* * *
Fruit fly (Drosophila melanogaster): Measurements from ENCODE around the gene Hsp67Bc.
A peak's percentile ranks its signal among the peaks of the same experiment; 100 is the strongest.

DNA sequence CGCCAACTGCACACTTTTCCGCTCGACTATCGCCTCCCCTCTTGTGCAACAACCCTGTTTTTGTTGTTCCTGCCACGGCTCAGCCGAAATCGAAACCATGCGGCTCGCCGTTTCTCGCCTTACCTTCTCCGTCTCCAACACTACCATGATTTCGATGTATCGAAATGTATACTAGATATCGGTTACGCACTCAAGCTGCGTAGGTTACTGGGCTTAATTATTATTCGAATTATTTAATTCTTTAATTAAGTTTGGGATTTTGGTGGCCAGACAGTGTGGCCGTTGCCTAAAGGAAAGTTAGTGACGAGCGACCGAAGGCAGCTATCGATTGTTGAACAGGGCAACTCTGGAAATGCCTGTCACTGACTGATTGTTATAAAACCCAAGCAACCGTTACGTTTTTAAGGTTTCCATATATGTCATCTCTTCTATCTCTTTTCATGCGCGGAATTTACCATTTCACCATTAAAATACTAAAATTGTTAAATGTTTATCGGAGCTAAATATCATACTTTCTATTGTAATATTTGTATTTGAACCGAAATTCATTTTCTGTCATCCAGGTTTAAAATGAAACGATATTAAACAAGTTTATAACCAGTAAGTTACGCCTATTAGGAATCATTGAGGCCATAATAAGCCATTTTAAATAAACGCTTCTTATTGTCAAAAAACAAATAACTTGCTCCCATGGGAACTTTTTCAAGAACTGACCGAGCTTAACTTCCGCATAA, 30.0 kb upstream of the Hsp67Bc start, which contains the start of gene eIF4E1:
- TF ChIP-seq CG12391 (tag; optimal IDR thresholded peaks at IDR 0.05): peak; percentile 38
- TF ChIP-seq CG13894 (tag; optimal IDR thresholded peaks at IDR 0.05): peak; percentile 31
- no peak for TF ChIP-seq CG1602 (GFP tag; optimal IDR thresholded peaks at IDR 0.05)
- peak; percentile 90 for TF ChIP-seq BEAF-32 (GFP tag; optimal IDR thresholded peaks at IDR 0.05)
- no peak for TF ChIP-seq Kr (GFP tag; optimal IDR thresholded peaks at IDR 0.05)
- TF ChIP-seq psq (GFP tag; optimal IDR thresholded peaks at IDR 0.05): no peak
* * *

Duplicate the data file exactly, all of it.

Fruit fly (Drosophila melanogaster): Measurements from ENCODE around the gene Hsp67Bc.
A peak's percentile ranks its signal among the peaks of the same experiment; 100 is the strongest.

DNA sequence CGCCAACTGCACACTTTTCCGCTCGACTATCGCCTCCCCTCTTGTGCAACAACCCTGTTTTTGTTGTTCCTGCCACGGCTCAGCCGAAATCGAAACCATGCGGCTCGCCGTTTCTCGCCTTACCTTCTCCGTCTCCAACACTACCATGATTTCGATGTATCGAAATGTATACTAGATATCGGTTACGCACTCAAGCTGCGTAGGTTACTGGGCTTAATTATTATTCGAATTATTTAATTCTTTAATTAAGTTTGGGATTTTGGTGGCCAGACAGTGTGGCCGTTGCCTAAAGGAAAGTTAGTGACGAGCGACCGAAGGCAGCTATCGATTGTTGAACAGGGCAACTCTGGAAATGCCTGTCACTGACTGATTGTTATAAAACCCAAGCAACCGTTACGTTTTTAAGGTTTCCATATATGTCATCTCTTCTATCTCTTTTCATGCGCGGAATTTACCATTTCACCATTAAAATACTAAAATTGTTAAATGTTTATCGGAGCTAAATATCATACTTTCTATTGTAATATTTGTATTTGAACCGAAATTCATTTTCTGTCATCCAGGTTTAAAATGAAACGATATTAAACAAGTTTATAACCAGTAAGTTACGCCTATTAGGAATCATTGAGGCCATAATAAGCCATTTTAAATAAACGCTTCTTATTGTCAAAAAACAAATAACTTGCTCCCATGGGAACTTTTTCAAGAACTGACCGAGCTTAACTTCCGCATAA, 30.0 kb upstream of the Hsp67Bc start, which contains the start of gene eIF4E1:
- TF ChIP-seq CG12391 (tag; optimal IDR thresholded peaks at IDR 0.05): peak; percentile 38
- TF ChIP-seq CG13894 (tag; optimal IDR thresholded peaks at IDR 0.05): peak; percentile 31
- no peak for TF ChIP-seq CG1602 (GFP tag; optimal IDR thresholded peaks at IDR 0.05)
- peak; percentile 90 for TF ChIP-seq BEAF-32 (GFP tag; optimal IDR thresholded peaks at IDR 0.05)
- no peak for TF ChIP-seq Kr (GFP tag; optimal IDR thresholded peaks at IDR 0.05)
- TF ChIP-seq psq (GFP tag; optimal IDR thresholded peaks at IDR 0.05): no peak